Skip to content

Test Drive: At wheel of Segway Villain SSV off-road buggy


If the name ‘Segway’ conjurs an instant image of an airline stewardess or (political correction) steward gliding between terminals on what looks like an upright, two-wheeled electric broomstick – I’m with you. That’s what a Segway is, isn’t it?

Not any more, it seems. It turns out that Dean Kamen’s turn-of-the-century invention was sold to a ‘Beijing-based robotics start-up’ called Ninebot in 2015, which ditched the much-derided ‘personal transport solution’ two years ago.

Now a Ninebot subsidiary called Segway Powersports is the name used on a range of all-terrain vehicles that include an agricultural utility truck called the Fugelman, a quad bike named Snarler and – best of all – the Villain, which is the shamelessly indulgent, street-legal, off-road ‘side by side’ pictured here.

When Magneto was offered the chance to be the first UK-based motoring publication to drive a Villain, we were given two options: try it out on a field around the back of Devon-based dealership Hayes Machinery; or take it away for a few days for the full on-road, off-road experience.

Always anxious to do the job properly (and always willing to muck about in someone else’s vehicle) we – ok, I – opted to drive home in it, a 38-mile journey that took in a combination of roads ranging from a full-on dual carriageway (nerve wracking) to country lanes so small that they may not even have been ‘adopted’ (ideal).

Generally speaking, a Villain on the road is somewhat monstrous.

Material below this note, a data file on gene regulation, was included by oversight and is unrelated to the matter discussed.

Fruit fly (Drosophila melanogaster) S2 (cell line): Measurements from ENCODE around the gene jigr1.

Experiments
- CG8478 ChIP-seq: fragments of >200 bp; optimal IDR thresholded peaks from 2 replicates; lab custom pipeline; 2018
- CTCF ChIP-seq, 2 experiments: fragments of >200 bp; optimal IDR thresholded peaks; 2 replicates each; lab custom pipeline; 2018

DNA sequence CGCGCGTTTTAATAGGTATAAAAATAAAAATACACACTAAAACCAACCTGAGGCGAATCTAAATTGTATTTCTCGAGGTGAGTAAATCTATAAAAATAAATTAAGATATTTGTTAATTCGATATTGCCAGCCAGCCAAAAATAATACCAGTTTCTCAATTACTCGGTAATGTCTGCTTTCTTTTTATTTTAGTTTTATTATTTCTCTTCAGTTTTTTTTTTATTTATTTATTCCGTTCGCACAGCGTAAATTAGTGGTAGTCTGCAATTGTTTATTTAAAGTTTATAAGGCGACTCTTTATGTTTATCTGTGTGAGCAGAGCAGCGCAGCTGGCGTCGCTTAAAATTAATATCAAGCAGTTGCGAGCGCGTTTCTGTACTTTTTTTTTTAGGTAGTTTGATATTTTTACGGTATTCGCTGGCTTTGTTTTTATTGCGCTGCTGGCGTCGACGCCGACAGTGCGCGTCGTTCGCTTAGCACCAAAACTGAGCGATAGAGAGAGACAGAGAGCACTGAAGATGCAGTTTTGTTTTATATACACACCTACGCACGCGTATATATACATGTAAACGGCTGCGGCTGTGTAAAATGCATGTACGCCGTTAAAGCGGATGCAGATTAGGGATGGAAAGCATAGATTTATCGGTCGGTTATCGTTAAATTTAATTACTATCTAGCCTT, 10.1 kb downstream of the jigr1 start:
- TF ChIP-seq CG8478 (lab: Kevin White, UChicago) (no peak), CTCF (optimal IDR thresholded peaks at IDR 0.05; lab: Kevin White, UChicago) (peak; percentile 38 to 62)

The 1000cc, V-twin engine situated directly behind the two seats drones like a washing machine with a broken drum, while a noticeable lag when setting off (a cause of the CVT gearbox) makes for jerky slow-speed manoeuvres. Add in the fact that a Villain driven at road speeds (our unrestricted version would easily hit 70mph) could feasibly drink a V8 Range Rover under the table when it comes to petrol consumption, and it will be apparent that you wouldn’t want one as a daily driver.

But it’s not meant to be a daily driver– it’s meant for having fun in. And for that, it’s brilliant.

With gas shock absorbers that measure around a metre long giving up to 40cm of suspension travel at the front and 45mm at the rear, plus 10-inch-wide knobbly tyres all round, the Villain makes smooth works of rocks, lumps, mounds and ruts. Meanwhile, the switchable four-wheel drive, front diff lock, high and low-ratio gearbox and choice of three driving modes give the feeling that it will go virtually anywhere.

Throw in the useful 105bhp from that noisy engine (which actually sounds brilliant when being thrashed), and the result is every off-road hooligan’s dream  – ‘air’ on demand, donuts all day long, no hill that can’t be tackled and all the opposite lock you can muster at the merest hint of a loose surface.

True, there are plenty of rivals in the same field (that could be a pun), notably CanAm’s spectacular, 200bhp Maverick, but that will set you back £24,407 compared with £17,999 for the Villain.

Which will leave £6408 to spend on petrol. Enough, these days, for a whole afternoon of driving fun…

Thanks to James Hayes of Hayes Machinery, Business Park, Unit 3 N Aller Roundabout, South Molton EX36 3RF for providing the Segway – and apologies for the mud. That was everywhere.